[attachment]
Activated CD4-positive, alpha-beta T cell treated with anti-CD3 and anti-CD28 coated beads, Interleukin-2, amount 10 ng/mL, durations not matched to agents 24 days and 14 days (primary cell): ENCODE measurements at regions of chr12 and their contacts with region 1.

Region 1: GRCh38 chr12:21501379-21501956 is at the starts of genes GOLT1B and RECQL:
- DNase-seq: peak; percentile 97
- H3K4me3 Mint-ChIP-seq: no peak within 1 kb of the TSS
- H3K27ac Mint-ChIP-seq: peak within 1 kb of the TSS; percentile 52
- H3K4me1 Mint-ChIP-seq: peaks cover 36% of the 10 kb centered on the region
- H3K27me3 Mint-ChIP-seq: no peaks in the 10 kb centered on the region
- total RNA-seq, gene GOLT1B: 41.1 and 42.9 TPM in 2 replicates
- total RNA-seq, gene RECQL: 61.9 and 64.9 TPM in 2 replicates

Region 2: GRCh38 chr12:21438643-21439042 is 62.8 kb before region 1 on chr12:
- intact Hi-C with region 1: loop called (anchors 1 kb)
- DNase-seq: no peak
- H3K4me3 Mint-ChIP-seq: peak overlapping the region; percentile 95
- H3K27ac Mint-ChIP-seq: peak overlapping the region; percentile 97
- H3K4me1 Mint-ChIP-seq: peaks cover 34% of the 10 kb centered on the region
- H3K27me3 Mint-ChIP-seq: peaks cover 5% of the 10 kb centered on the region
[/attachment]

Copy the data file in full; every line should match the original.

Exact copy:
Activated CD4-positive, alpha-beta T cell treated with anti-CD3 and anti-CD28 coated beads, Interleukin-2, amount 10 ng/mL, durations not matched to agents 24 days and 14 days (primary cell): ENCODE measurements at regions of chr12 and their contacts with region 1.

Region 1: GRCh38 chr12:21501379-21501956 is at the starts of genes GOLT1B and RECQL:
- DNase-seq: peak; percentile 97
- H3K4me3 Mint-ChIP-seq: no peak within 1 kb of the TSS
- H3K27ac Mint-ChIP-seq: peak within 1 kb of the TSS; percentile 52
- H3K4me1 Mint-ChIP-seq: peaks cover 36% of the 10 kb centered on the region
- H3K27me3 Mint-ChIP-seq: no peaks in the 10 kb centered on the region
- total RNA-seq, gene GOLT1B: 41.1 and 42.9 TPM in 2 replicates
- total RNA-seq, gene RECQL: 61.9 and 64.9 TPM in 2 replicates

Region 2: GRCh38 chr12:21438643-21439042 is 62.8 kb before region 1 on chr12:
- intact Hi-C with region 1: loop called (anchors 1 kb)
- DNase-seq: no peak
- H3K4me3 Mint-ChIP-seq: peak overlapping the region; percentile 95
- H3K27ac Mint-ChIP-seq: peak overlapping the region; percentile 97
- H3K4me1 Mint-ChIP-seq: peaks cover 34% of the 10 kb centered on the region
- H3K27me3 Mint-ChIP-seq: peaks cover 5% of the 10 kb centered on the region